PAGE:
Edo: Time to know who owns the land, By Sufuyan Ojeifo

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About four years ago, Comrade Adams Oshiomhole, as a sitting governor, was traversing the nooks and crannies of the state, marketing a relatively unknown product. That obscure product was Godwin Obaseki. Against reasoned advice by people who, from what is clear now, had the benefit of hindsight and, perhaps, foresight, to boot, Oshiomhole opted to support little-known Obaseki as his successor in Edo State as governor.

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That fatal miscalculation exposes the weakness in every mortal. Regrettably, there were other more qualified candidates who the Comrade had known for much longer periods, and who were even more loyal to Oshiomhole. But, because the former governor was thinking more of his state and the collective welfare of Edo people and less of his own self, he thought an Obaseki, who was his Chief Economic Adviser, would be in the best position to adopt and run with his continuity philosophy.

Alas, he was wrong and, in humility, Oshiomhole has courageously raised his hands to acknowledge that. While it is easier to condemn the former governor for his error of judgment, it is also necessary to advert our minds to the Shakespearean injunction that “power changes the nature of men”.

Indeed, Obaseki changed. The first sign of this was his gruesome assault on the most important arm of democracy, the legislature. Obaseki, without any regards for the rights of Edo people whom he is now begging for votes, blatantly refused to inaugurate 14 elected members in the state House of Assembly, thus denying the people representation in his government. So, for four years, Obaseki has been governing Edo State, stricto sensu, without a legislature.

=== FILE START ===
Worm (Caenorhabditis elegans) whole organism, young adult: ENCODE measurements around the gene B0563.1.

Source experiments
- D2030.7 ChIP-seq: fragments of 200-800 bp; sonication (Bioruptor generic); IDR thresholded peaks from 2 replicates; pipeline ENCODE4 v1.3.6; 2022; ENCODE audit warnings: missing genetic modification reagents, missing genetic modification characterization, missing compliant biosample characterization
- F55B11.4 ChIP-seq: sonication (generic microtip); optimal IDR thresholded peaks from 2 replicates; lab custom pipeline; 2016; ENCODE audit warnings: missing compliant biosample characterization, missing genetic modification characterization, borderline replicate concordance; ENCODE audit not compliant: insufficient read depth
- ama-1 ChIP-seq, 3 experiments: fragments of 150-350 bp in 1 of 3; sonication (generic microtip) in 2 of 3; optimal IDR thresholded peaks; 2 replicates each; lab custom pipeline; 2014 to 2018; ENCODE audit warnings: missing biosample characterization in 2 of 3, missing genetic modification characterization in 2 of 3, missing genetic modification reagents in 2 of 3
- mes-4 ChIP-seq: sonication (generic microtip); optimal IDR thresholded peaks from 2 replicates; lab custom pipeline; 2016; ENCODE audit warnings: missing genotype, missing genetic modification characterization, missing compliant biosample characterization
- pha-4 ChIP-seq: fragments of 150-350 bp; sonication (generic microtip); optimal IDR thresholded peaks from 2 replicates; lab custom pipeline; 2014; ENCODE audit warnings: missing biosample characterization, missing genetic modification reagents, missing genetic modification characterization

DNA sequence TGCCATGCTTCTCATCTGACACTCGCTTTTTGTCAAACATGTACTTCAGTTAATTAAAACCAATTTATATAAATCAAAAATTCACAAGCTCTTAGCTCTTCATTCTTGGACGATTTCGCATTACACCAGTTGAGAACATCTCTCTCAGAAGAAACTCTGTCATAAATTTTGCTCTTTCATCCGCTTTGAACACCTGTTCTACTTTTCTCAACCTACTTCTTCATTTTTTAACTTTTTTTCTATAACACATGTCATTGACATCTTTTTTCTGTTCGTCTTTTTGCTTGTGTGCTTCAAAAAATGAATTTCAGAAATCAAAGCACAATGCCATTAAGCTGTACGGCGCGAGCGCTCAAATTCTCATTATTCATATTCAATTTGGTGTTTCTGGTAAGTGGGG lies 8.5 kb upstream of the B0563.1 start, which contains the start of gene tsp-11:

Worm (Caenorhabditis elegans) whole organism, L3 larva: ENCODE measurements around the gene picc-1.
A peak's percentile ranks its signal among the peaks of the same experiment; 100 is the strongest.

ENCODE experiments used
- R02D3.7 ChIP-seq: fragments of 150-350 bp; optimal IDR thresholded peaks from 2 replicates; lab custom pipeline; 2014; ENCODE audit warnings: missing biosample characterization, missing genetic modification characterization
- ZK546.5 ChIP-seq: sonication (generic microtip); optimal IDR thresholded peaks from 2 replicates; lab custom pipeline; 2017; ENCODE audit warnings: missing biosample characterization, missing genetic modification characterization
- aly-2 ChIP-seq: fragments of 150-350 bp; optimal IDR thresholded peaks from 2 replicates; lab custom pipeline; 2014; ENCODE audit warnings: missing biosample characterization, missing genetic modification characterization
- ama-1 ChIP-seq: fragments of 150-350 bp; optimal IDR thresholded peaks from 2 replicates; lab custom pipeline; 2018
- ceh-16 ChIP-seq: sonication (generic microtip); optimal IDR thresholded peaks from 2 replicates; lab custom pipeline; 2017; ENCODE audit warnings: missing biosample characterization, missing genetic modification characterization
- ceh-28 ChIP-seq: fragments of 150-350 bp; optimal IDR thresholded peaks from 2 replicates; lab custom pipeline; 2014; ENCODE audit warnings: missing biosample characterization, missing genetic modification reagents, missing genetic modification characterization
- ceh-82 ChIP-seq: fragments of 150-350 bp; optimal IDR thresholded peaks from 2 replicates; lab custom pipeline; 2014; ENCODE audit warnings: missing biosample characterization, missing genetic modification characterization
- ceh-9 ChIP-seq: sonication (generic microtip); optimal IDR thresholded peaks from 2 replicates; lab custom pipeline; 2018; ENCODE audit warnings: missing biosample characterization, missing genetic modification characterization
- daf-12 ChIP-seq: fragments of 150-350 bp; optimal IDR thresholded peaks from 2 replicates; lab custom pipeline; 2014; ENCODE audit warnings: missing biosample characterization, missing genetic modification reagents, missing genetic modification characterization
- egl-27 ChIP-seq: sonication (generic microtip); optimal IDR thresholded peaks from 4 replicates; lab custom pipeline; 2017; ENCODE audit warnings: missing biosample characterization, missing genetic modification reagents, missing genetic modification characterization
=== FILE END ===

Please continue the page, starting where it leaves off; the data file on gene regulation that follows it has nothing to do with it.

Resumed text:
Obaseki has been strutting around the state, shooting himself in the foot and lying to himself by claiming that some respected sons and daughters of Edo state contributed nothing to his election as governor four years ago. In fact, he had challenged the likes of Comrade Oshiomhole and business mogul, Captain ‘Hosa Okunbo, to mention just a few, to a wrestling match like the proverbial over-fed Nwanza, the bird. Beyond that, he had gone further to blackmail Captain ‘Hosa, encouraging his aides and hirelings to call him all sorts of unprintable names; he had boasted of ending Oshiomhole’s political career and even insinuated that tomorrow Saturday, the people would decide who owns Edo State.

The good thing is that Oshiomhole and other worthy sons and daughters of Edo State have graciously accepted Obaseki’s challenge. These people know what they went through four years ago marketing a hard-sell like Obaseki. And they also know how difficult it was defeating a grassroots person like Ize-Iyamu. Now that the table has turned, they know that they have the popular candidate and require less hard-work (though they are not resting on their oars) as against four years ago given the likely trajectory of the votes this weekend. And so, truly, on Saturday, we, the Edo electorate, will vote our conscience as Odigie-Oyegun advised.

Our conscience as Edo people is governed by a sense of gratitude as we do not recompense good with evil. The four years of Obaseki in Edo has been defined and typified by gross ingratitude both to the people that elected him and to some respected Edo sons and daughters who facilitated his victory. Again, we, Edo people, respect our traditional institutions, especially the Oba of Benin. This weekend, we will speak in no uncertain voice that we do not want a governor who wants to compete with our revered Oba by transforming himself into another monarchy. Tomorrow, we, Edo people, will decide who truly owns the land by electing Pastor Osagie Ize-Iyamu, resoundingly, as our next governor.


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